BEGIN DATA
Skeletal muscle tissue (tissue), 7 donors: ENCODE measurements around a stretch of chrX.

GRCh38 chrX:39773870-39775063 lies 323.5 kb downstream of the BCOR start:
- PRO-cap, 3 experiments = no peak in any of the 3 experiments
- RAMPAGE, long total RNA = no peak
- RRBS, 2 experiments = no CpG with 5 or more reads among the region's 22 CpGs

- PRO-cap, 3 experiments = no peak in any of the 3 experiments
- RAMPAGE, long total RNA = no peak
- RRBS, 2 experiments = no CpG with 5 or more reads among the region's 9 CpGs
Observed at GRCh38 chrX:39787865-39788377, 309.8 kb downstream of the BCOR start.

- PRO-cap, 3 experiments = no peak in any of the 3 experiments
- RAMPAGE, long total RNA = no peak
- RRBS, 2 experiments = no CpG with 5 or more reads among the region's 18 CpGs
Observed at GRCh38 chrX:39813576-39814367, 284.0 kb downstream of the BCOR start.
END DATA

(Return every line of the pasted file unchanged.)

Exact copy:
Skeletal muscle tissue (tissue), 7 donors: ENCODE measurements around a stretch of chrX.

GRCh38 chrX:39773870-39775063 lies 323.5 kb downstream of the BCOR start:
- PRO-cap, 3 experiments = no peak in any of the 3 experiments
- RAMPAGE, long total RNA = no peak
- RRBS, 2 experiments = no CpG with 5 or more reads among the region's 22 CpGs

- PRO-cap, 3 experiments = no peak in any of the 3 experiments
- RAMPAGE, long total RNA = no peak
- RRBS, 2 experiments = no CpG with 5 or more reads among the region's 9 CpGs
Observed at GRCh38 chrX:39787865-39788377, 309.8 kb downstream of the BCOR start.

- PRO-cap, 3 experiments = no peak in any of the 3 experiments
- RAMPAGE, long total RNA = no peak
- RRBS, 2 experiments = no CpG with 5 or more reads among the region's 18 CpGs
Observed at GRCh38 chrX:39813576-39814367, 284.0 kb downstream of the BCOR start.